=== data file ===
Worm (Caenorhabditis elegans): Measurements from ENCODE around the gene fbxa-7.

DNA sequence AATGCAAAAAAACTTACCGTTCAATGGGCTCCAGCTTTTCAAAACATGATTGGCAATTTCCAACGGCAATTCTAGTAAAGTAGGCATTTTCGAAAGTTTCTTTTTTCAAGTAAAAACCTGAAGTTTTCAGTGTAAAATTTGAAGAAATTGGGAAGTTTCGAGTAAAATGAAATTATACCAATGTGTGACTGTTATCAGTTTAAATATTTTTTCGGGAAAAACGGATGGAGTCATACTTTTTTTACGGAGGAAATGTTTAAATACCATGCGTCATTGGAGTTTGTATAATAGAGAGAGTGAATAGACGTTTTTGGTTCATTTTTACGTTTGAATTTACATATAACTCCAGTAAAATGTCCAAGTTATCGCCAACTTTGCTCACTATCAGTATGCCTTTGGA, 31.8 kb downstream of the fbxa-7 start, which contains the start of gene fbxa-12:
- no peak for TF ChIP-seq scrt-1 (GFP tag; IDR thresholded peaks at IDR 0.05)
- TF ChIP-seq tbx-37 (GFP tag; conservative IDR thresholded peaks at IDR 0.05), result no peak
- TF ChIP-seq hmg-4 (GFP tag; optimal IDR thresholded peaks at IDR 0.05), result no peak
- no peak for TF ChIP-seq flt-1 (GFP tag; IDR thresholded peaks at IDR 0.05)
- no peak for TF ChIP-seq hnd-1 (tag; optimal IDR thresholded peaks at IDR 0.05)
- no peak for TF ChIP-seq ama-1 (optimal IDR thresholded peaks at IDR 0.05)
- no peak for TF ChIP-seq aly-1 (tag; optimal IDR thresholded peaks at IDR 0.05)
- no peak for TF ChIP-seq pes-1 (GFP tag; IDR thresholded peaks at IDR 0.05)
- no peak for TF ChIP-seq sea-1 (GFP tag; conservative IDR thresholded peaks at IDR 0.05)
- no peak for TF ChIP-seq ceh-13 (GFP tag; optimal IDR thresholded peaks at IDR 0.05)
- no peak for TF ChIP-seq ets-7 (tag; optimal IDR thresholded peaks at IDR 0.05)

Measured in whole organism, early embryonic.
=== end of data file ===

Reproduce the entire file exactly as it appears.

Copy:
Worm (Caenorhabditis elegans): Measurements from ENCODE around the gene fbxa-7.

DNA sequence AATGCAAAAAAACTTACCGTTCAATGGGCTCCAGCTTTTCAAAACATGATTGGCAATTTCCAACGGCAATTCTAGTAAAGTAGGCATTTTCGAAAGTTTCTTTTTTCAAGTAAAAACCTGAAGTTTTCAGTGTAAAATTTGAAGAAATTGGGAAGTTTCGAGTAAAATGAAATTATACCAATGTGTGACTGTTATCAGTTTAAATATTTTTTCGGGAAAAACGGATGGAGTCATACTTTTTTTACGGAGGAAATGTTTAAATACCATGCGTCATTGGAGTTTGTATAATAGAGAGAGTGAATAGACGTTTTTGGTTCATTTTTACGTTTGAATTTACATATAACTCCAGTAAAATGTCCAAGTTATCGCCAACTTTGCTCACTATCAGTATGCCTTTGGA, 31.8 kb downstream of the fbxa-7 start, which contains the start of gene fbxa-12:
- no peak for TF ChIP-seq scrt-1 (GFP tag; IDR thresholded peaks at IDR 0.05)
- TF ChIP-seq tbx-37 (GFP tag; conservative IDR thresholded peaks at IDR 0.05), result no peak
- TF ChIP-seq hmg-4 (GFP tag; optimal IDR thresholded peaks at IDR 0.05), result no peak
- no peak for TF ChIP-seq flt-1 (GFP tag; IDR thresholded peaks at IDR 0.05)
- no peak for TF ChIP-seq hnd-1 (tag; optimal IDR thresholded peaks at IDR 0.05)
- no peak for TF ChIP-seq ama-1 (optimal IDR thresholded peaks at IDR 0.05)
- no peak for TF ChIP-seq aly-1 (tag; optimal IDR thresholded peaks at IDR 0.05)
- no peak for TF ChIP-seq pes-1 (GFP tag; IDR thresholded peaks at IDR 0.05)
- no peak for TF ChIP-seq sea-1 (GFP tag; conservative IDR thresholded peaks at IDR 0.05)
- no peak for TF ChIP-seq ceh-13 (GFP tag; optimal IDR thresholded peaks at IDR 0.05)
- no peak for TF ChIP-seq ets-7 (tag; optimal IDR thresholded peaks at IDR 0.05)

Measured in whole organism, early embryonic.